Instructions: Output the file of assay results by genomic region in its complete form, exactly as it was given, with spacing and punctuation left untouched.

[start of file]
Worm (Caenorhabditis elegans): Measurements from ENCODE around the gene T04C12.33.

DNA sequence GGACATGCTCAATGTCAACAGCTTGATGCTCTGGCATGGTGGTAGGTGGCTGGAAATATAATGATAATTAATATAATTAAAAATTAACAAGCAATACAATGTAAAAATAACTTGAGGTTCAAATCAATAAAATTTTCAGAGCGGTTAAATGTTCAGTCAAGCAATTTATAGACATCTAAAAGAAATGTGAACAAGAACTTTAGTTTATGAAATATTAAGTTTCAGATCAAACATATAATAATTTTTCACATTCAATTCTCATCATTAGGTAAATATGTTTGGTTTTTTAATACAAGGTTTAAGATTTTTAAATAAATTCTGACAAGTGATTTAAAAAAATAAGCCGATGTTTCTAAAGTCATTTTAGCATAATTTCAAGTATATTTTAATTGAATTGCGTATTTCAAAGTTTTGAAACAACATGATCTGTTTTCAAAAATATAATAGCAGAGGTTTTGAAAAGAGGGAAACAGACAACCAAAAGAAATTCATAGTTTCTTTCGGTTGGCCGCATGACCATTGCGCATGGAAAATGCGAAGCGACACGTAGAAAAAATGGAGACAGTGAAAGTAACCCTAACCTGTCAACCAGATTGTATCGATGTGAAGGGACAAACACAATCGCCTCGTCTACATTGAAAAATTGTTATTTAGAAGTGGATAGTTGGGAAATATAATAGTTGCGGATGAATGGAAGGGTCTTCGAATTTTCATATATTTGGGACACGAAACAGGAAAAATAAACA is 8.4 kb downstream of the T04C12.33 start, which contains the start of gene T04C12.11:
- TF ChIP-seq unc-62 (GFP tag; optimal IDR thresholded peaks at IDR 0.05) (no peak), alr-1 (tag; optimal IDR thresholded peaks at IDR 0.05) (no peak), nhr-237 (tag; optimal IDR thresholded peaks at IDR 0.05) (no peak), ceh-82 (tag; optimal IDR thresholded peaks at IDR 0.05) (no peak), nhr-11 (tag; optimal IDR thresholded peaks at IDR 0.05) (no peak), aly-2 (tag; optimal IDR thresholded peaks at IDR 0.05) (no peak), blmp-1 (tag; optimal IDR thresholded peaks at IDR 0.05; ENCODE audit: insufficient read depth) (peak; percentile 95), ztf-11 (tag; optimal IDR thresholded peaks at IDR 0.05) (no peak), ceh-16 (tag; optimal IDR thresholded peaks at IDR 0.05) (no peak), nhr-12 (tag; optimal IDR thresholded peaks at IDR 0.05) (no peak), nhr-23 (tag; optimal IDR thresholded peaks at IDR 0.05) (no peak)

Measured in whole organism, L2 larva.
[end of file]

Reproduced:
Worm (Caenorhabditis elegans): Measurements from ENCODE around the gene T04C12.33.

DNA sequence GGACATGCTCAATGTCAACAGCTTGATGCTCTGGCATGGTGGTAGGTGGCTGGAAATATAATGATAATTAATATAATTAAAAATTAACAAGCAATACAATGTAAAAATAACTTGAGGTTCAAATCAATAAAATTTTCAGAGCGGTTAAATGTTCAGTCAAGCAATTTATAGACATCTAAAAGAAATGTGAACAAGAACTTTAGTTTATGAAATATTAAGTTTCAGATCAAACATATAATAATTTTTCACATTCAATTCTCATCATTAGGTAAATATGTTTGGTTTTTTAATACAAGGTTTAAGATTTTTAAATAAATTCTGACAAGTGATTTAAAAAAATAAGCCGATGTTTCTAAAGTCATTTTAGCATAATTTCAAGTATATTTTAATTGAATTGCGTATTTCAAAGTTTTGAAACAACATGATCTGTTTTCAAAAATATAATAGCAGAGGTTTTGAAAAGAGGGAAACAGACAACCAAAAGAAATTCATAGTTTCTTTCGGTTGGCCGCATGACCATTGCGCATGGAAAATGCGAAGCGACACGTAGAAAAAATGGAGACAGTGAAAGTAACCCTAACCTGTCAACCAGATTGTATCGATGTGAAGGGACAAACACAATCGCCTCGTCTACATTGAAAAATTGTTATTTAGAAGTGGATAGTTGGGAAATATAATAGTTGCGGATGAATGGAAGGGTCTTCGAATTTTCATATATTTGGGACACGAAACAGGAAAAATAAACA is 8.4 kb downstream of the T04C12.33 start, which contains the start of gene T04C12.11:
- TF ChIP-seq unc-62 (GFP tag; optimal IDR thresholded peaks at IDR 0.05) (no peak), alr-1 (tag; optimal IDR thresholded peaks at IDR 0.05) (no peak), nhr-237 (tag; optimal IDR thresholded peaks at IDR 0.05) (no peak), ceh-82 (tag; optimal IDR thresholded peaks at IDR 0.05) (no peak), nhr-11 (tag; optimal IDR thresholded peaks at IDR 0.05) (no peak), aly-2 (tag; optimal IDR thresholded peaks at IDR 0.05) (no peak), blmp-1 (tag; optimal IDR thresholded peaks at IDR 0.05; ENCODE audit: insufficient read depth) (peak; percentile 95), ztf-11 (tag; optimal IDR thresholded peaks at IDR 0.05) (no peak), ceh-16 (tag; optimal IDR thresholded peaks at IDR 0.05) (no peak), nhr-12 (tag; optimal IDR thresholded peaks at IDR 0.05) (no peak), nhr-23 (tag; optimal IDR thresholded peaks at IDR 0.05) (no peak)

Measured in whole organism, L2 larva.